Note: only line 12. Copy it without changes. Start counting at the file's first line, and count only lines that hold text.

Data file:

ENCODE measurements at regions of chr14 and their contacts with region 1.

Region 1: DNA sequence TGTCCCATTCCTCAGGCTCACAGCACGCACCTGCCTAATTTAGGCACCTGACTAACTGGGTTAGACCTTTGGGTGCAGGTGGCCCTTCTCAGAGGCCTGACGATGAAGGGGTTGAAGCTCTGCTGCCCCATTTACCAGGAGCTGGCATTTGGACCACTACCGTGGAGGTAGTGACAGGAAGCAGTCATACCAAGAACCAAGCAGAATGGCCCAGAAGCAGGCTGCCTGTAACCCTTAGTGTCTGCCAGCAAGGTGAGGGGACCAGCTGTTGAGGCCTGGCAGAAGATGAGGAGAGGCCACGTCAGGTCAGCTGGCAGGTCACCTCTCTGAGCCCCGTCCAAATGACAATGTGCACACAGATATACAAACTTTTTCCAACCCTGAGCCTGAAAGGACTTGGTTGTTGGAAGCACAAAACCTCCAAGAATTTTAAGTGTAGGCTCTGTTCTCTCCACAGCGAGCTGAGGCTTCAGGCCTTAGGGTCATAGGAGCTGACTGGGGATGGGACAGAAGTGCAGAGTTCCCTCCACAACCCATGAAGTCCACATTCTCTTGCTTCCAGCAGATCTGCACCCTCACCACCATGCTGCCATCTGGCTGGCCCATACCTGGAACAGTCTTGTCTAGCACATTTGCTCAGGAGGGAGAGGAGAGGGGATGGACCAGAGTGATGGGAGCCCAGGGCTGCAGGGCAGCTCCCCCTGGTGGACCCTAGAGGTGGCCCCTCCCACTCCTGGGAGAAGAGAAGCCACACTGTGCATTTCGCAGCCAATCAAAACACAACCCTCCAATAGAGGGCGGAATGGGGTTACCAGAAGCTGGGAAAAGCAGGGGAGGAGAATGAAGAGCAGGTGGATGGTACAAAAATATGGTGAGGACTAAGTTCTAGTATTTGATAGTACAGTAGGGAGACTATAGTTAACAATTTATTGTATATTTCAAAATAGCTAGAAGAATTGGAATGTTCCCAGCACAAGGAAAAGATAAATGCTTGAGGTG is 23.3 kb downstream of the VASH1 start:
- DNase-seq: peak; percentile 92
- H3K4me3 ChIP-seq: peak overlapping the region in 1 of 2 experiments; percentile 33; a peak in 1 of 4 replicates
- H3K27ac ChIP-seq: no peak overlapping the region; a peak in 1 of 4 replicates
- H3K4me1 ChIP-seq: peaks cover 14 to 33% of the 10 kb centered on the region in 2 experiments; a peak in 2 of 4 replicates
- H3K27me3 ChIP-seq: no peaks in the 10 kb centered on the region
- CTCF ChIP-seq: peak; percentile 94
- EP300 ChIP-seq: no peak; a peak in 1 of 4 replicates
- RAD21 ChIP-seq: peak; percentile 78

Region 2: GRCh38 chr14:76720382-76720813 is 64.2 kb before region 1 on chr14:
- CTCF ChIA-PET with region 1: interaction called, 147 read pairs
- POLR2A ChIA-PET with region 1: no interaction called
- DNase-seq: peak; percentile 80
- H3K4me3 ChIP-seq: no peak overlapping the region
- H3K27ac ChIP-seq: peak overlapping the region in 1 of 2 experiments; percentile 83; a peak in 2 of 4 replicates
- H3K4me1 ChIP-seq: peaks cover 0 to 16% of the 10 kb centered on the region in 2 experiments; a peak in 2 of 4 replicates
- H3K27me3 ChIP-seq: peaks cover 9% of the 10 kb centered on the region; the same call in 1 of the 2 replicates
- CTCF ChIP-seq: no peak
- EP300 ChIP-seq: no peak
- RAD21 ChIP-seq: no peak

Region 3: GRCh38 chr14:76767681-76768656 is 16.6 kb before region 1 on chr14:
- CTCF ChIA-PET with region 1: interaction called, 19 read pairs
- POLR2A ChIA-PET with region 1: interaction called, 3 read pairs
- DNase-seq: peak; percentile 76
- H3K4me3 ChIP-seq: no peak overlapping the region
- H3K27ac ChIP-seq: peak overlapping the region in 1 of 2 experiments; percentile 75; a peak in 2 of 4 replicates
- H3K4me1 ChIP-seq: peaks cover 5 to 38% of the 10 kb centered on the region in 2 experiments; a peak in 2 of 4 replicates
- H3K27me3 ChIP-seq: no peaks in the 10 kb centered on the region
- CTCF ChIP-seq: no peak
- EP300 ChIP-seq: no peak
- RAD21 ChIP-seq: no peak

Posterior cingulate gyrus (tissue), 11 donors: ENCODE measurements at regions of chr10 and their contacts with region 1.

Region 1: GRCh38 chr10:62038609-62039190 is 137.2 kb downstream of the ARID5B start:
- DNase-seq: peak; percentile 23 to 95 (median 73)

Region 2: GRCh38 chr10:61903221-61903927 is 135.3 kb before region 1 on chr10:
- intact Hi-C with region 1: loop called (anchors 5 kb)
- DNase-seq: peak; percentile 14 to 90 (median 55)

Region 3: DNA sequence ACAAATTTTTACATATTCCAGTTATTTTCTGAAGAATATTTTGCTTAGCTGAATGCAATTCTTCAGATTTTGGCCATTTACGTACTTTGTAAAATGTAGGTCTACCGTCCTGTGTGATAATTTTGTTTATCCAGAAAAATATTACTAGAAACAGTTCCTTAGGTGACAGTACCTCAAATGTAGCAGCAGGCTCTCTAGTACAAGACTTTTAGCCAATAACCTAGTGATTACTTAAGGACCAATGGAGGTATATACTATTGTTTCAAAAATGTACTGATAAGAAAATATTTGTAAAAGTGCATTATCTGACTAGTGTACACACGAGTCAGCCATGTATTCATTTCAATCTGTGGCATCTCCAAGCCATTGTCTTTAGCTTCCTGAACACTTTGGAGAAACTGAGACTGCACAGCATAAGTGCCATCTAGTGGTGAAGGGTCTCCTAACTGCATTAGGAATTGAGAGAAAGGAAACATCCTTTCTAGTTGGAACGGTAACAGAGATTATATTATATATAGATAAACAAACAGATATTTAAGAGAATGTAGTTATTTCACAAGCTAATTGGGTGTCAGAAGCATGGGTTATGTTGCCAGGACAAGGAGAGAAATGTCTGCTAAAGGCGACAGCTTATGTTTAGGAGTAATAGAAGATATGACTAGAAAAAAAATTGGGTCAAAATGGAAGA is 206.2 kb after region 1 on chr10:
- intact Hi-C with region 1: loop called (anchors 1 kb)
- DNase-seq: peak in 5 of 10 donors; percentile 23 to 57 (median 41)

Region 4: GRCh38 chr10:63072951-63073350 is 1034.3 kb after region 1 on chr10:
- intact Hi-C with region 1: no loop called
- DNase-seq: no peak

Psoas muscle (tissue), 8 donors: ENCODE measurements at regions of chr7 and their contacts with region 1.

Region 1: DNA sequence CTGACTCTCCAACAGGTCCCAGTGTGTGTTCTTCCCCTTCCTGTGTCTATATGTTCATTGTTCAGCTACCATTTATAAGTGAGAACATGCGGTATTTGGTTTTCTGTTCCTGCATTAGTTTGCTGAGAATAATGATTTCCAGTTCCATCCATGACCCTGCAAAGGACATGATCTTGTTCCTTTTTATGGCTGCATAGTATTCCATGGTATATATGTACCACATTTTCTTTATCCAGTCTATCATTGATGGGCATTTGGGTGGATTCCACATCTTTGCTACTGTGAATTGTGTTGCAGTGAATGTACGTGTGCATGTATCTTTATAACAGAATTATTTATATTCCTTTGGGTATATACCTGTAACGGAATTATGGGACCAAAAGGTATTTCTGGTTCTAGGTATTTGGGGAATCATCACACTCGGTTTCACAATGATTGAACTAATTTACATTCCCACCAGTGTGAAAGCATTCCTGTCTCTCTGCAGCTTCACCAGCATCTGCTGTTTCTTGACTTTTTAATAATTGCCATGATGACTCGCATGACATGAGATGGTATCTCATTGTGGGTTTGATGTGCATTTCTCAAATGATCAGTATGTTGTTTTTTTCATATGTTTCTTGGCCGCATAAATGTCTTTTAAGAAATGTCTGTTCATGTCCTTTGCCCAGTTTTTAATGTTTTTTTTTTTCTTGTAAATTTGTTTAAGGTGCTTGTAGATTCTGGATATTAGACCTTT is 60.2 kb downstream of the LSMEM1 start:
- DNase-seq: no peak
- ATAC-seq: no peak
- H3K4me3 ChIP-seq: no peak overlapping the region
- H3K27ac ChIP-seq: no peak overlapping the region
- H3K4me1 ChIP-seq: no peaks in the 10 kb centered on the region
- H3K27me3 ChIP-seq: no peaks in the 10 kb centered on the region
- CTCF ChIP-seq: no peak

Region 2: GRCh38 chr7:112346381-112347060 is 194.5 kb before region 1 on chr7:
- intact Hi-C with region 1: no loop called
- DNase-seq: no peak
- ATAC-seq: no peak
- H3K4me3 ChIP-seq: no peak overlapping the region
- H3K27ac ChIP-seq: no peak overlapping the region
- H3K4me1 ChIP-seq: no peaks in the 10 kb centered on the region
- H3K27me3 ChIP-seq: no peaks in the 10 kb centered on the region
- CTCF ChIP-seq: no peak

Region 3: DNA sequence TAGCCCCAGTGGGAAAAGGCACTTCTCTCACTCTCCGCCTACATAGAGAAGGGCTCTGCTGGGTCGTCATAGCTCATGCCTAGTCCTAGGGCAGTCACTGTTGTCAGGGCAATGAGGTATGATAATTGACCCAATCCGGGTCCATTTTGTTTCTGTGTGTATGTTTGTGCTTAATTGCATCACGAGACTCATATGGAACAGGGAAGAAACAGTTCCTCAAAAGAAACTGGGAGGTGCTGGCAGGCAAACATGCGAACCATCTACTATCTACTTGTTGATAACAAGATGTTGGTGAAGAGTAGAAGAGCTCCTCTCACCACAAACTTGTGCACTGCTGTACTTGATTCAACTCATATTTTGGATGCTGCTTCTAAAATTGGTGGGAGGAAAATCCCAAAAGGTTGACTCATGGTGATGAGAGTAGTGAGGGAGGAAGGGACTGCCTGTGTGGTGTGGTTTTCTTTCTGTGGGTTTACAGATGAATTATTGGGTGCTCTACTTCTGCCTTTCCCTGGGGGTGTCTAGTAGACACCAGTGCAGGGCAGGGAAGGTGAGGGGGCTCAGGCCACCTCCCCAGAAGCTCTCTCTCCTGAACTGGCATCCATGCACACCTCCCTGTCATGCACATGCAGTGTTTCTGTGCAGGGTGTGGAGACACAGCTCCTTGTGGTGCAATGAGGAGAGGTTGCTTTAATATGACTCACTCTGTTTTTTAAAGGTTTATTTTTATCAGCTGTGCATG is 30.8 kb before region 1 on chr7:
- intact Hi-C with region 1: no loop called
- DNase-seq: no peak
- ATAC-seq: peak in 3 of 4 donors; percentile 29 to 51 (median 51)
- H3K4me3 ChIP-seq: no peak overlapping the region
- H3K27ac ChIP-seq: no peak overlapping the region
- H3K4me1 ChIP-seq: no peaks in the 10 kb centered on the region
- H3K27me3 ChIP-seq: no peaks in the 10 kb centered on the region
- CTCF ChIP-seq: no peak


- CTCF ChIA-PET with region 1: interaction called, 147 read pairs